Telecom companies in India have been under pressure due to adjusted gross revenue (AGR) payment dues to the government and this had resulted in the matter getting referred to Supreme Court. Over the years, we have seen significant numbers of cellular operators shut operations due to various reasons. The most common reason was financial viability of keeping the business running, or have got merged with other companies – not to forget the 2G scam.
It is a known fact that the telecom business is capital intensive and needs constant flow of capital investment to keep the company afloat and run it profitable. This may be due to various reasons, such as spectrum and other charges to regulator and the government, competition from large players, investment in existing technology upgradation etc. The AGR issue has added to the existing financial problems of cellular operators with very few lenders and a rise in debt on balance-sheet of telecom companies. In this backdrop, the funding options remain limited for telecom companies.
At present, we have three companies cater to the large subscriber base and it will not be viable to have a duopoly – a two player market in India. With the government’s push towards digital India and improving connectivity pan-India, both for voice and data investments by telecom companies to improve infrastructure and the quality of service are likely to move up further. The current outstanding on AGR front is Rs 25,976 crore for Bharti Airtel, Rs 50,400 crore for Vodafone Idea and Rs 12,601 crore for Tata Tele as of date.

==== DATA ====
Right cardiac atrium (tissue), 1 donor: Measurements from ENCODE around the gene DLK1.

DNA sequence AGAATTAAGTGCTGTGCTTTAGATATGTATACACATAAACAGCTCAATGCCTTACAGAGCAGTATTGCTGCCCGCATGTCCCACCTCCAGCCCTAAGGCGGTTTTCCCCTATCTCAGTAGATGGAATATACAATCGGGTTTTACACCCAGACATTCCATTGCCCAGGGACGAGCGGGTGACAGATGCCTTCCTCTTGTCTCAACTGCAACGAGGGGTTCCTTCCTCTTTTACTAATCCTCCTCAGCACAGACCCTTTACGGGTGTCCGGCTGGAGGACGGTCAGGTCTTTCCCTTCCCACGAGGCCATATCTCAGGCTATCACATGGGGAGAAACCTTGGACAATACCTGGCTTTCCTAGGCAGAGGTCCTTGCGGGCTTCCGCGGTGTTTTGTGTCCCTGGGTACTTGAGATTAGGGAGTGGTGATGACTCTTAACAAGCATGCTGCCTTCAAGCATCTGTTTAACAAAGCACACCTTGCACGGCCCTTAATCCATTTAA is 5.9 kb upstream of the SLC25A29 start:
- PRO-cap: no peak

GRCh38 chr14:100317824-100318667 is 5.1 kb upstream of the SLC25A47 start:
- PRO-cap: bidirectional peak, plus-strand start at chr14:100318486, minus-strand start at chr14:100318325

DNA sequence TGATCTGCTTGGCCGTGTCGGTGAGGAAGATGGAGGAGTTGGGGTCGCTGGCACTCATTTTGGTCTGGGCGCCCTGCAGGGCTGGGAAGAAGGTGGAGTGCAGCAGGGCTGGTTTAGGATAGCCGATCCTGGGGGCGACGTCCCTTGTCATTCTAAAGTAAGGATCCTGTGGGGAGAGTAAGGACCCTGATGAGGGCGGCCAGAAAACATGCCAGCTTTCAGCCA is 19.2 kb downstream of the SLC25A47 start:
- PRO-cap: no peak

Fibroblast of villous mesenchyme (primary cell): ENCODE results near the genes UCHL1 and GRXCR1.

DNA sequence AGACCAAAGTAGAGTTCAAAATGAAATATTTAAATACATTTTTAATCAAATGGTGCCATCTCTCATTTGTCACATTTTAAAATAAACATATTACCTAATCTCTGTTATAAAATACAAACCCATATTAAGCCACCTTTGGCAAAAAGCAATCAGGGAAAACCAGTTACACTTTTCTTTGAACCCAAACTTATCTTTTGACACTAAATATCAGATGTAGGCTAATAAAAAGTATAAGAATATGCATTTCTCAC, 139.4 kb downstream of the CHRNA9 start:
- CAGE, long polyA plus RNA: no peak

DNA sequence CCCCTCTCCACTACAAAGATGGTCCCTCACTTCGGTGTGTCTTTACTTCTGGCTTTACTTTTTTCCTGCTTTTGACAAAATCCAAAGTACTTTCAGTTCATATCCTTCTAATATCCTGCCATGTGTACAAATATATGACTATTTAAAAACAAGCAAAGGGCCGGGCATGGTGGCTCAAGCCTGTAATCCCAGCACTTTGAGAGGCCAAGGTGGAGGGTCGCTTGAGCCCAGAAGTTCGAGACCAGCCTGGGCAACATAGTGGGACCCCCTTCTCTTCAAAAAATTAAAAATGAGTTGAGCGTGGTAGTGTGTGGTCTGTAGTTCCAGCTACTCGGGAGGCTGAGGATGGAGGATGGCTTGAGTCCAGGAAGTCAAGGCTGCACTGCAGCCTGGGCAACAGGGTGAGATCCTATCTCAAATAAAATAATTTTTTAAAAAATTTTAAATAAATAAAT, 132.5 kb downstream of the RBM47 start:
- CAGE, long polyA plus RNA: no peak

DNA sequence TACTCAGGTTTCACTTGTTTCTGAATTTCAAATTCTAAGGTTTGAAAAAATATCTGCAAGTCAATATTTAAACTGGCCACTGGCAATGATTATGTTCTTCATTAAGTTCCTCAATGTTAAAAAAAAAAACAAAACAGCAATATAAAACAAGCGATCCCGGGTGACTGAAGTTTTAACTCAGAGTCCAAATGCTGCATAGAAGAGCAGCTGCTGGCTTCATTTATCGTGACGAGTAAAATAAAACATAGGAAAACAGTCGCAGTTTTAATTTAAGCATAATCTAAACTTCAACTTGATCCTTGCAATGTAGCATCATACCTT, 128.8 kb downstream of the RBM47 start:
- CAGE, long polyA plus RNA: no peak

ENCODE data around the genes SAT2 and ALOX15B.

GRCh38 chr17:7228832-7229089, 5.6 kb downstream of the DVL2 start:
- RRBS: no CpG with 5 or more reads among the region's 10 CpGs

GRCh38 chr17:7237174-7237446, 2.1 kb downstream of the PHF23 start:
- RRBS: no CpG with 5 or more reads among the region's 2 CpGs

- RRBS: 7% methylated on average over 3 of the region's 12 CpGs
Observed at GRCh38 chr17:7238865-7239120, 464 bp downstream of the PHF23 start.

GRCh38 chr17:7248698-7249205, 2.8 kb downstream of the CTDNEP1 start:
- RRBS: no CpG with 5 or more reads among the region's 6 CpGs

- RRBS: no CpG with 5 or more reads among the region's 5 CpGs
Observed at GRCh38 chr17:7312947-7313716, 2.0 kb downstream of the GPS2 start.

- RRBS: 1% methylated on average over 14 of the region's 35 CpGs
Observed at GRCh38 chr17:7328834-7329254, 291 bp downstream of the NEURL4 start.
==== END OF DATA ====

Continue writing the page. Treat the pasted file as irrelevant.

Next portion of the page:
The SC verdict giving a ten year time frame for payment of AGR dues with 10 per cent upfront payment can be regarded as reasonably fair. Since the Supreme Court has not said anything about the dues of RCom, Aircel and Videocon, this is certainly very positive for Reliance Industries – owned Reliance Jio (RJio) and Sunil Mittal-controlled Bharti Airtel. However, the 10-year time frame puts a question mark on the survival of Vodafone. Indian telecom sector moving to a virtual duopoly is not a desirable development.
For the stock market the verdict is mixed. Since it is positive for Bharti and RIL these two heavy weight stocks are likely to remain resilient, supporting the markets. Vodafone’s woes, apart from impacting the stock, will also impact the stocks of banks which have lent to Videocon. The problem, if any, would be faced by companies having a weak balance-sheet and financials as the yearly AGR outflow will put additional financial burden. The other problem that weaker players may be faced with over time is the migration of subscribers to other strong players.
That said, the Supreme Court has not mentioned anything on Spectrum Usage Charge (SUC) in the current judgement and this may be a point of contention in future as and when a review petition is filled. For spectrum to be sold or not, the Supreme Court has diverted the matter to National Company Law Tribunal (NCLT). All this, however, is still subject to a review petition being filed by incumbents going ahead.
Gaurang Shah, is head- investment strategist at Geojit Financial Services. Views are his own.